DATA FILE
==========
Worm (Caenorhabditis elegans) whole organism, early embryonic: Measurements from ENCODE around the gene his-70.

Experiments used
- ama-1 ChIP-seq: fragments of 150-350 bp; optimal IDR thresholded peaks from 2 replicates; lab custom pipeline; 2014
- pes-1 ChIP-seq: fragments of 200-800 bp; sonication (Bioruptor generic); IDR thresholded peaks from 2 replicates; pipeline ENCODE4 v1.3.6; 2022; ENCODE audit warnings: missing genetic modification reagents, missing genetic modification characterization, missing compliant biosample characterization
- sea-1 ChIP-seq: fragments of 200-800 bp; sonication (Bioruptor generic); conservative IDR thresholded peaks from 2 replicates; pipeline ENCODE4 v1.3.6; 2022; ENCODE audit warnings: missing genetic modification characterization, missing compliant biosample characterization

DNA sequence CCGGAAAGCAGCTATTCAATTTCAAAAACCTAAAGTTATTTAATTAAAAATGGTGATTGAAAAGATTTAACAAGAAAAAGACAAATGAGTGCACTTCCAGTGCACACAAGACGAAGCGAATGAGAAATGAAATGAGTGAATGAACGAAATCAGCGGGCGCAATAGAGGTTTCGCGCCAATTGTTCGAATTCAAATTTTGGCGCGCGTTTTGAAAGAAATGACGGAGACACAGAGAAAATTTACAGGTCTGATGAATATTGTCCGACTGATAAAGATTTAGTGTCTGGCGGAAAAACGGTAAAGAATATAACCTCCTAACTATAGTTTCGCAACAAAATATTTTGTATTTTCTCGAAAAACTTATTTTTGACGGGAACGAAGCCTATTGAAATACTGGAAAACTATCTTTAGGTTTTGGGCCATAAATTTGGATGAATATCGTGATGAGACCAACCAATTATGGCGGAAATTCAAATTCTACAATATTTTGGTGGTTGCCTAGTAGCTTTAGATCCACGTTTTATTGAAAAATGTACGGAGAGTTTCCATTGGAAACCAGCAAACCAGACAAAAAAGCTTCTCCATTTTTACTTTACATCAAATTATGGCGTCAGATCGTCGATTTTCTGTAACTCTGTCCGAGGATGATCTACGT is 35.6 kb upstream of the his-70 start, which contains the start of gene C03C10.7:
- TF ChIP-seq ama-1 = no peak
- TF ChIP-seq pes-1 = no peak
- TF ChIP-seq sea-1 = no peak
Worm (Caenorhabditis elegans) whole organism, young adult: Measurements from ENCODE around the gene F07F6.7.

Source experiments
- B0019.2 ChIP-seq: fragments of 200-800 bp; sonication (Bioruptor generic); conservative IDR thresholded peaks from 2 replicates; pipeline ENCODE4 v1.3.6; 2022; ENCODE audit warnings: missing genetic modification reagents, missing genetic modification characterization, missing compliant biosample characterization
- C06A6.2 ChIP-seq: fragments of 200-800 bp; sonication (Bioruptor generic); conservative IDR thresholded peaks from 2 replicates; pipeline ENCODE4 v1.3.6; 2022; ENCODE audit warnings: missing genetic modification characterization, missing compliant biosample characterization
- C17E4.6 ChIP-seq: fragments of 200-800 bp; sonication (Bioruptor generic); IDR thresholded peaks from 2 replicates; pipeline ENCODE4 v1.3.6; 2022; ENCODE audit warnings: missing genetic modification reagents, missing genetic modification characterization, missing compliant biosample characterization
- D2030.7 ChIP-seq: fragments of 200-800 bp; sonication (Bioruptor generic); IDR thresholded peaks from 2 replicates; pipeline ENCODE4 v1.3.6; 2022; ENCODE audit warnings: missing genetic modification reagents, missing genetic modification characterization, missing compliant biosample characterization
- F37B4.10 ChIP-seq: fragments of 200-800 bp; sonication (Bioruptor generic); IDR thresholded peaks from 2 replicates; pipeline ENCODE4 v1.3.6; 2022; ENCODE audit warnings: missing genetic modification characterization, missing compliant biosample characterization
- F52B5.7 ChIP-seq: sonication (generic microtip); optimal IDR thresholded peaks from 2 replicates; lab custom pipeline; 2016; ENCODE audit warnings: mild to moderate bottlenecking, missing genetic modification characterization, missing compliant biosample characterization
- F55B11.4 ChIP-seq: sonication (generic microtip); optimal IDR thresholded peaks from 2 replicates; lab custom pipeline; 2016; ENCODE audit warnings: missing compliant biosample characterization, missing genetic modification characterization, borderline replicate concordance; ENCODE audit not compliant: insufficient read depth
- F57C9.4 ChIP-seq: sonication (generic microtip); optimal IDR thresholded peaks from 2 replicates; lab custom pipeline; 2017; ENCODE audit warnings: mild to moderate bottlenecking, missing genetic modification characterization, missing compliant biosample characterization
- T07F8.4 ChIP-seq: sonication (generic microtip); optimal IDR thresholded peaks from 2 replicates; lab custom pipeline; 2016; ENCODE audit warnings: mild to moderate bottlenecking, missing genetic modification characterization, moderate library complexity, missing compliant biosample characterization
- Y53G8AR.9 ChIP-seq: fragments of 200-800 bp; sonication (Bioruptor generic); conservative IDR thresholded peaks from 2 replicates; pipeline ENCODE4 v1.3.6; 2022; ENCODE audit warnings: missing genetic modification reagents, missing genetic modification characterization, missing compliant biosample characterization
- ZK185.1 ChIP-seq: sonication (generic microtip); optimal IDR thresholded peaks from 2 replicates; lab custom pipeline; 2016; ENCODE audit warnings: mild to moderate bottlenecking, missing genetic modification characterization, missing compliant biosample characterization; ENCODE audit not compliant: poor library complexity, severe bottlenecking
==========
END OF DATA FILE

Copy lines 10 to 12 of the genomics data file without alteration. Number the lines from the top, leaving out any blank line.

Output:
Worm (Caenorhabditis elegans) whole organism, young adult: Measurements from ENCODE around the gene F07F6.7.

Source experiments
- B0019.2 ChIP-seq: fragments of 200-800 bp; sonication (Bioruptor generic); conservative IDR thresholded peaks from 2 replicates; pipeline ENCODE4 v1.3.6; 2022; ENCODE audit warnings: missing genetic modification reagents, missing genetic modification characterization, missing compliant biosample characterization